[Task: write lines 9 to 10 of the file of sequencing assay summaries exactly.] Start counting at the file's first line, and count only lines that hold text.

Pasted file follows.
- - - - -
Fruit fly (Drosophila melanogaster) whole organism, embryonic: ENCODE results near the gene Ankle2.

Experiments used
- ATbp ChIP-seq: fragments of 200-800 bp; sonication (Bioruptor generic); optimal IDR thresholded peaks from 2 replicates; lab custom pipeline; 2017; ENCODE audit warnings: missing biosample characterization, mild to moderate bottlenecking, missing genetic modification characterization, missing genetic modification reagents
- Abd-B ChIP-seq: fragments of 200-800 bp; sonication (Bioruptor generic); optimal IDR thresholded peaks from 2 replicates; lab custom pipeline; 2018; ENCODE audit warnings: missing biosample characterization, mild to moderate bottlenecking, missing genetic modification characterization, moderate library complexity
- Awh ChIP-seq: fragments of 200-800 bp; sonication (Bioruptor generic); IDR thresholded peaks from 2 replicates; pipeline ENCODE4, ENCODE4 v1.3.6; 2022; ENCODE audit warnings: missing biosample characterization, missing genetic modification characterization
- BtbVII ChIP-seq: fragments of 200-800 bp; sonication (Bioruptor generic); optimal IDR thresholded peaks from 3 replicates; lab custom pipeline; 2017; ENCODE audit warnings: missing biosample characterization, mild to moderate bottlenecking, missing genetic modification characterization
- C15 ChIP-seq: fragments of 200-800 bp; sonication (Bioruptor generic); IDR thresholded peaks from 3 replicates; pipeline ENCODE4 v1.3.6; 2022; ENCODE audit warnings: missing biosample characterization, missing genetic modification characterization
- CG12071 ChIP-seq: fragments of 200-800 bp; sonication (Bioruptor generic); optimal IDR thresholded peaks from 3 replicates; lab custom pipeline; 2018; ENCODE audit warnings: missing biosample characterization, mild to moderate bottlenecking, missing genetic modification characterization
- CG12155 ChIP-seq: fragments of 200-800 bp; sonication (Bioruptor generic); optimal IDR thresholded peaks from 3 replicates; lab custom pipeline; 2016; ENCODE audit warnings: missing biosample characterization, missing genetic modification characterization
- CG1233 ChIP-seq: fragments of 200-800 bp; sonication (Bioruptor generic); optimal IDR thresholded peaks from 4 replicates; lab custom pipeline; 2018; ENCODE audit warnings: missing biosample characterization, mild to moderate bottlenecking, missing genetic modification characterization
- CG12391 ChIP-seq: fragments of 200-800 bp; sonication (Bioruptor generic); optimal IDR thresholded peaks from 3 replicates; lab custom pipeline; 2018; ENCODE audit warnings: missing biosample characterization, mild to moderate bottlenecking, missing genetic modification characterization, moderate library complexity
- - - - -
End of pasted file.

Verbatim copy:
- CG12155 ChIP-seq: fragments of 200-800 bp; sonication (Bioruptor generic); optimal IDR thresholded peaks from 3 replicates; lab custom pipeline; 2016; ENCODE audit warnings: missing biosample characterization, missing genetic modification characterization
- CG1233 ChIP-seq: fragments of 200-800 bp; sonication (Bioruptor generic); optimal IDR thresholded peaks from 4 replicates; lab custom pipeline; 2018; ENCODE audit warnings: missing biosample characterization, mild to moderate bottlenecking, missing genetic modification characterization